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Is Biden’s IRS Meddling In The IG Investigation Of Hunter Biden Whistleblowers?

IRS Whistleblowers Gary Shapley and Joseph Ziegler
Image CreditMegyn Kelly/YouTube

For the IRS chief counsel to communicate with Special Counsel Weiss about a potential ongoing investigation into the whistleblowers is particularly concerning.


“The IRS needs to get into gear immediately and provide answers about the scope and status of the alleged investigatory process” into the Hunter Biden whistleblowers, Sen. Chuck Grassley told The Federalist. Grassley’s comment comes after he received a letter from the Internal Revenue Service commissioner stating that the IRS is not investigating the whistleblowers and that any investigation would be handled by the inspector general’s office to ensure independence.

The IRS commissioner’s claim is far from comforting, however, given that a recent court filing indicates the chief counsel office of the IRS is kept apprised of the IG’s apparent probe of the whistleblowers.

Last month, Special Counsel David Weiss responded to a motion Hunter Biden filed seeking dismissal of the criminal tax charges pending against the president’s son in California. In his motion, Hunter argued the IRS’s supposed “outrageous conduct” violated his due process rights and justified dismissal of the indictment. That “outrageous conduct,” according to Hunter’s motion, consisted of the government “not taking action to curtail the misconduct or prevent the unauthorized disclosure of confidential grand jury and taxpayer return information,” by IRS agents Gary Shapley and Joseph Ziegler. 

In response, the special counsel attached a declaration, filed under seal, that Weiss said shows “the IRS has taken responsible steps to address Shapley and Ziegler’s conduct.” The government’s accompanying motion to seal the exhibits strongly suggested Shapley and Ziegler were under investigation. Specifically, the special counsel’s office said:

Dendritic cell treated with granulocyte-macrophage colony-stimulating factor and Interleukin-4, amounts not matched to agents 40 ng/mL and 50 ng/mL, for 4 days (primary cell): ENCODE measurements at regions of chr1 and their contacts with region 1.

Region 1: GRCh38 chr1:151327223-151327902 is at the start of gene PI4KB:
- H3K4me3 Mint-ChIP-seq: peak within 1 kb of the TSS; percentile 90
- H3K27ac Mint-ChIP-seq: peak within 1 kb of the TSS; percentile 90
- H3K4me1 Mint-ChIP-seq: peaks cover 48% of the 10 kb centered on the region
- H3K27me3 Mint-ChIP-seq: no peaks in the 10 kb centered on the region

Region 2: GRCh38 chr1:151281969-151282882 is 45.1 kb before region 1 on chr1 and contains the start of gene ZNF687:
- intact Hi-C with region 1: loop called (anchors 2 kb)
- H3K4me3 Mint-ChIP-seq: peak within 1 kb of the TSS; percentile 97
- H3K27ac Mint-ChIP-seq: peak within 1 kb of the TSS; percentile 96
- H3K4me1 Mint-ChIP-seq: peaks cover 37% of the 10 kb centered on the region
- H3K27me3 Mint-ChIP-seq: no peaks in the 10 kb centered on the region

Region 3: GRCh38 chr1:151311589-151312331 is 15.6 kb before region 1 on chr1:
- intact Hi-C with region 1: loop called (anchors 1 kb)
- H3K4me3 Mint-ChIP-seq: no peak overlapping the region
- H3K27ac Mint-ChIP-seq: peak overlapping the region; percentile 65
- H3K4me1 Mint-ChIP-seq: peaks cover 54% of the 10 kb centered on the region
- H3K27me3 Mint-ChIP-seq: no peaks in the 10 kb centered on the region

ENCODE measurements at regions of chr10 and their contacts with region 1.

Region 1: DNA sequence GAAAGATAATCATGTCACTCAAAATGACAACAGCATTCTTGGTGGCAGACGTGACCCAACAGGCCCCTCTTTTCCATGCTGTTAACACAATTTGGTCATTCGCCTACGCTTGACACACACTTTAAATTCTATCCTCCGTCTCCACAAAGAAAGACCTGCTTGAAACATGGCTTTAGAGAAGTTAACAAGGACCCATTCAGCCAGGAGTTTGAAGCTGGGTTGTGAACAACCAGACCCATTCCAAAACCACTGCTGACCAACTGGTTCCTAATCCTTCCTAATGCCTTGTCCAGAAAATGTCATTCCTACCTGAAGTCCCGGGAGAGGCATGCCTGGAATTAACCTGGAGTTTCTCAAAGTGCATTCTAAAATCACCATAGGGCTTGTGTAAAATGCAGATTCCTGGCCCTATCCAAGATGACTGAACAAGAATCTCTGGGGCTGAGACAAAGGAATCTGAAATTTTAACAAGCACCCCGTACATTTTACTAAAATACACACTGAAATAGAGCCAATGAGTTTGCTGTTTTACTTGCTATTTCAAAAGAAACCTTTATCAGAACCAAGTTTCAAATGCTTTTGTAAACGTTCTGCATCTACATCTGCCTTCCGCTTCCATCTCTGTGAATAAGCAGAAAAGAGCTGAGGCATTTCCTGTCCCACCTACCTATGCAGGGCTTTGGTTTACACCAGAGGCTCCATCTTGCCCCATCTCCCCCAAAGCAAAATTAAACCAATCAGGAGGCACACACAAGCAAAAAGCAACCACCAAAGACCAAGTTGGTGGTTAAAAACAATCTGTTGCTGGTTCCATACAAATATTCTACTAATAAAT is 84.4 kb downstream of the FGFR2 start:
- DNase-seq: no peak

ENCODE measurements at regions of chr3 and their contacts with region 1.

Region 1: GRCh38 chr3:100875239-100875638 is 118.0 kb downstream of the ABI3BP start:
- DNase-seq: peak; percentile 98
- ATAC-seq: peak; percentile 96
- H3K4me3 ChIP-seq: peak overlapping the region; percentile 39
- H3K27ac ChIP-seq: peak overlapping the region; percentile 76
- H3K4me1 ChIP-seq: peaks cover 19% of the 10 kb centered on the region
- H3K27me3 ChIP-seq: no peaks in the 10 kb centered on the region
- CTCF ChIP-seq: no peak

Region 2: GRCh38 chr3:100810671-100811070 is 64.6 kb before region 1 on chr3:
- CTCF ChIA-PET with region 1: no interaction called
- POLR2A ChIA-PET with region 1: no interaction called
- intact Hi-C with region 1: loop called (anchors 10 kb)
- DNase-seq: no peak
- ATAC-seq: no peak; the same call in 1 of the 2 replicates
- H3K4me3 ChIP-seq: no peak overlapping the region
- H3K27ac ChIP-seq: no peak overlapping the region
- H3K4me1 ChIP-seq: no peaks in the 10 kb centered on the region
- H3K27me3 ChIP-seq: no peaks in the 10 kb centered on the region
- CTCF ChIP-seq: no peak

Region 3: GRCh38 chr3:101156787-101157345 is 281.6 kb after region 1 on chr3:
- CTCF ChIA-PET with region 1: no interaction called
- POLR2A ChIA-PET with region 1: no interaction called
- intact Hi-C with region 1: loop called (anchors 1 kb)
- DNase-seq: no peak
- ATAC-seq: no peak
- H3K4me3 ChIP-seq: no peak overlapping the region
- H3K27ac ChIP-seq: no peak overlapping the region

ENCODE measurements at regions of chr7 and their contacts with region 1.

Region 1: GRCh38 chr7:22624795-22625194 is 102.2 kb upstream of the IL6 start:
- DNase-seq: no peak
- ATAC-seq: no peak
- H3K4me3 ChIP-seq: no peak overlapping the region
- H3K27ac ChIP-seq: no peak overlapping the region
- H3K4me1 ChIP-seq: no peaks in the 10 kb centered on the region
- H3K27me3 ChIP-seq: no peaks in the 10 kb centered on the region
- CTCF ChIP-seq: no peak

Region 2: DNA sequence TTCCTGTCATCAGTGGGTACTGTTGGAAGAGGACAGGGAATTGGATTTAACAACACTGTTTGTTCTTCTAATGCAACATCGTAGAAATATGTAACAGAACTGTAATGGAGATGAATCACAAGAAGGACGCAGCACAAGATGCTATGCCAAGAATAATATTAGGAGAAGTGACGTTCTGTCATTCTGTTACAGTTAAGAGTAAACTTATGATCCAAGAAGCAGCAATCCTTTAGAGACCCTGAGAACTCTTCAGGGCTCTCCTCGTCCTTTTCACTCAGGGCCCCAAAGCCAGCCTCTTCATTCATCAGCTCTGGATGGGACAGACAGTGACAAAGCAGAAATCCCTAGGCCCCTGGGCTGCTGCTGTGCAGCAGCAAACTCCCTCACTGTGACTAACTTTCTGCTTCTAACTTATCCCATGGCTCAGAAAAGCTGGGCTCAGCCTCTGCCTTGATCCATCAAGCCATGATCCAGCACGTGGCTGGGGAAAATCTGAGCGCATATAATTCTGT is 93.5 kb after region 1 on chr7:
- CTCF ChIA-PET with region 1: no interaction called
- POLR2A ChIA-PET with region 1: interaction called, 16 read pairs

The justification for the redaction and the sealed exhibits is that the redacted information contained in the filing and the sealed exhibits relates to a potential ongoing investigation(s) and the investigating agency(cies) specifically requested that the government request that the court seal the exhibits, as well as any accompanying reference in the pleading, in order to protect the integrity of the potential ongoing investigation(s).

Significantly, the special counsel clarified that “the aforementioned potential ongoing investigations are not references to any investigation of the defendant conducted by the U.S. Department of Justice.” In other words, the potential ongoing investigations did not concern Hunter Biden. The clear import from these filings, then, was that either one or both Shapley and Ziegler were under investigation.

But the IRS is not investigating the whistleblowers, according to an April 12, 2024, letter IRS Commissioner Daniel Werfel sent to Grassley. Nor, to his knowledge, was the DOJ investigating Shapley and Ziegler. Any such investigation, Werfel maintained in the letter, a copy of which The Federalist obtained, would be handled instead by the Treasury inspector general for tax administration (TIGTA). And only after TIGTA completed its “independent” review would the IRS act on TIGTA’s recommendation, Werfel told Grassley.

Werfel’s response raises a huge question mark, however, when read in conjunction with the declaration Senior Assistant Special Counsel Derek Hines submitted in the Hunter Biden case in arguing for the sealing of the exhibits. According to Hines, “The government was advised by the Office of IRS Chief Counsel that the investigating entity referenced in each of Exhibits 2, 4, and 5 agreed that the documents could be provided to the government and used in a filing with the court provided that the government asked the court to seal these exhibits and certain references to those exhibits in order to protect the integrity of the potential ongoing investigation(s).”